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It's Not Me, It's Definitely You

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It’s been fun to watch the growth of Boston’s early stage tech community over the past few years. Companies that once had trouble finding the resources to help them succeed are now finding the support they need to be successful. Because so many companies are being nurtured, it’s been interesting to watch a new problem become more prevalent: the retention of good talent.

All of us here at Terrible Labs have had the opportunity to work at several early stage companies in various product, engineering and sales roles. We’ve seen how hard it is to come by great talent in years past and now that the market for A-players becomes more and more competitive, companies should be focusing on creating great environments for their talent to work in.

As we too continue to build our company and team, here are a few things we’re constantly thinking about…


We’ve seen first hand what it’s like to build a company culture and we know it’s not easy.

Yes, the building and execution of your product is super important and no doubt you will deliver. What tends to be equally as important is the the road the team travels while building the product.

Your goal is to build a team that enjoys not only working together but spending long hours together. In order to achieve this, it’s all about getting out of the office and away from work. Allow your team to step out of their work shell and be themselves. Whether that means going out for drinks, taking a trip together, going out for dinner or singing karaoke, allow your team to share in unique experiences and in turn you’ll have a team that’s closer and better friends.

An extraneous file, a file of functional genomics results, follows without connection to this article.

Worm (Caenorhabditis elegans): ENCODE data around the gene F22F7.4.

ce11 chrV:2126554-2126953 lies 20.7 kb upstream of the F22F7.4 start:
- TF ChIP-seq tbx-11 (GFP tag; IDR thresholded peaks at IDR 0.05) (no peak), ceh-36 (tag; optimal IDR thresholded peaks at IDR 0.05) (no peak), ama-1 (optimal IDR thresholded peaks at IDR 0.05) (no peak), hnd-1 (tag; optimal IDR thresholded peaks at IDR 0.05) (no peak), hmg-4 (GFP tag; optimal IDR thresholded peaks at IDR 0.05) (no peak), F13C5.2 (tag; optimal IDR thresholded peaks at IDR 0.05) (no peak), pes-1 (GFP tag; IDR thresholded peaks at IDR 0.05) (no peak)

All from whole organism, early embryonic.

The journey will be long, make sure it’s enjoyable for everyone along the way.


The people you’ve hired to work on your team are the ones who are willing to get their hands dirty and solve big problems. People join companies not for the paycheck but because they’re passionate about a space, problem or team.

Make sure the problem you’re solving is well stated and interesting. Your team should light up when they talk about what they’re working on and who they’re working with.

If that’s not the case, empower your team to explore subsets of the problem you’re trying to solve. This doesn’t have to be their full-time job but an opportunity for them to be creative and come up with solutions you may have never thought possible.


The team you’ve assembled should be stacked with people you believe in and trust to execute your company’s grand vision. No doubt issues and detours will arise, it’s expected at any company. The important part to remember is to treat your team with the trust you’d expect them to confide in you.

When unfortunate speed-bumps present themselves, be open with your team and work on solving the problem together. A lack of communication merely delays the inevitable, difficult conversation and ultimately leads to a more negative response from your team.

Like all successful relationships (because I would know), successful teams are built on transparency and communication.

The Future Looks Competitive

I’m excited to watch as more companies startup here in Boston. The ecosystem is getting stronger each day and the companies more compelling. Just make sure you are conscious of the environment you’re creating otherwise you may find yourself a lonely, one man team.